SSB 1051 – Eligibility and reporting requirements for skilled workforce shortage tuition grant program
SSB 1051 is a technical correction to eliminate the Iowa Workforce Development reference in the Skilled Workforce Shortage Tuition Grant statute that is scheduled for repeal July 1, 2019, and ensures that students enrolled in programs of study aligned with statewide high-demand jobs continue to qualify for funding. In addition, the bill amends the program to include a grandfather clause for students receiving grants who are enrolled in a program of study that is aligned with a high-demand job that is subsequently removed from eligibility.
The Skilled Workforce Shortage Tuition Grant statute references a section of the Iowa Code requiring a report to be produced quarterly. This Code section was rescinded during the 2018 legislative session. Because the College Student Aid Commission references an Iowa Workforce Development Code section that will be repealed, a technical correction must be made. In addition, the Skilled Workforce Shortage Tuition Grant does not provide a grandfather clause for students who are enrolled in a program of study that is subsequently removed from the list of high-demand jobs.
[2/11: Short Form]
SSB 1052 – Requirements for eligibility under the all Iowa opportunity scholarship program
SSB 1052 strikes the age provisions for two populations to ensure all applicants are held to the same eligibility criteria under the All Iowa Opportunity Scholarship.
Over the course of the past two years, two new student populations have been granted access to the All Iowa Opportunity Scholarship. House File 642 granted eligible foster care students first priority for funding; and House File 2502 granted students whose parent was a public safety worker killed in the line of duty second priority for funding. The defining language for each of these student populations contains an age threshold that would allow them to lose eligibility prior to receiving the maximum benefit under the program. There is no such age threshold for the general student population.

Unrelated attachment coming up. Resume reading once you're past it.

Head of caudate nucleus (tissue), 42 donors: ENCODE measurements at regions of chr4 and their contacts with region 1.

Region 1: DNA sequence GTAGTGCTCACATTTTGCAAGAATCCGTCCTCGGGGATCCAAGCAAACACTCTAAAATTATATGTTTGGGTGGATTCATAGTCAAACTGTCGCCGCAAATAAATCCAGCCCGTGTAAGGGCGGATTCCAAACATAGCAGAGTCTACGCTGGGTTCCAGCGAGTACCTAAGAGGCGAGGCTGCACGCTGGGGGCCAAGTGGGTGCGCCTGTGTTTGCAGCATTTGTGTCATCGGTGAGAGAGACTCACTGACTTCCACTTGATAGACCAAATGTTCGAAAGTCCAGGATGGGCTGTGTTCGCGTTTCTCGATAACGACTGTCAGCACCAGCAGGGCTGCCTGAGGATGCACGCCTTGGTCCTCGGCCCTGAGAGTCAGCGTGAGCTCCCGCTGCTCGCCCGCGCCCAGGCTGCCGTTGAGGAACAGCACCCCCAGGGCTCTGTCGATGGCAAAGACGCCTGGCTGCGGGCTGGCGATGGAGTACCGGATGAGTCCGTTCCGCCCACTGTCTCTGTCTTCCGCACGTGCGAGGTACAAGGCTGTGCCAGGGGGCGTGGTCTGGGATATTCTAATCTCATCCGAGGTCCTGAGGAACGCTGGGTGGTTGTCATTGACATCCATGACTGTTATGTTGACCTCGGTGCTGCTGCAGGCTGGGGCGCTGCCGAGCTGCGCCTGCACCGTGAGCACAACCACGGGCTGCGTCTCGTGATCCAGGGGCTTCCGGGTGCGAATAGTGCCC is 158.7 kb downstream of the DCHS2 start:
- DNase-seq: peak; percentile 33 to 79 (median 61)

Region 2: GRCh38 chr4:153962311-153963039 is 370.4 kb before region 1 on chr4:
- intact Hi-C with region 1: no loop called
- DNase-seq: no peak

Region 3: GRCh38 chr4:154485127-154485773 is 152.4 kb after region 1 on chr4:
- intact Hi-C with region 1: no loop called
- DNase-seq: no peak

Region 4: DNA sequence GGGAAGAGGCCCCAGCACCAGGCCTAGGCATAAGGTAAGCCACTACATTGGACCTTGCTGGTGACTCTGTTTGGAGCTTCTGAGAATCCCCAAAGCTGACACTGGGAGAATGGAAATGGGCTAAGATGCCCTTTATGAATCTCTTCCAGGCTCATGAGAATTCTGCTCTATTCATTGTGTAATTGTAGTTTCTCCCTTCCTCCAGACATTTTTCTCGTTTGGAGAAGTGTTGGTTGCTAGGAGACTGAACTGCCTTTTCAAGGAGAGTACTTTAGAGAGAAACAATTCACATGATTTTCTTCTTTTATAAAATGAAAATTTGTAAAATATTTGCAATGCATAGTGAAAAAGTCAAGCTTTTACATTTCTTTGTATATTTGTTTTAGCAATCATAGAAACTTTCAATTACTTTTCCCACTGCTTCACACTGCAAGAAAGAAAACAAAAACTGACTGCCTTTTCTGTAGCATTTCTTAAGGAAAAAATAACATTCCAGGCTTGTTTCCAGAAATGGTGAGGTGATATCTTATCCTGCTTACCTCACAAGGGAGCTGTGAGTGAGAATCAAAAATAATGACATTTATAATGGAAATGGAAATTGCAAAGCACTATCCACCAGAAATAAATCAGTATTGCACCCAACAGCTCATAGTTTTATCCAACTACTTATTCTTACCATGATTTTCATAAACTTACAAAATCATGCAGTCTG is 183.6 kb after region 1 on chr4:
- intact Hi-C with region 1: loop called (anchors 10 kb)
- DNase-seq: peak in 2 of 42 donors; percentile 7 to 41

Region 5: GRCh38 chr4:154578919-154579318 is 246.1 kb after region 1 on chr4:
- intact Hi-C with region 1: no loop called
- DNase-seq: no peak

[2/11: Short Form]
SSB 1099 – Public forums, speech at universities and community colleges
SSB 1099 governs public forums, freedom of expression and freedom of association at community colleges and state universities. It requires Regent universities and community colleges to adopt statements protecting speech; the freedom to discuss, assemble and engage in spontaneous expressive activities subject to reasonable time, place and manner restrictions; and public areas of campuses as traditional public forums. Protected activities include all forms of peaceful assembly, protests, speeches (including by invited speakers), distribution of literature and circulating petitions. The bill requires that the outdoor areas of campuses be deemed traditional public forums. Specific areas cannot be deemed free speech zones, and policies cannot otherwise restrict expressive activities to a particular outdoor area of campus.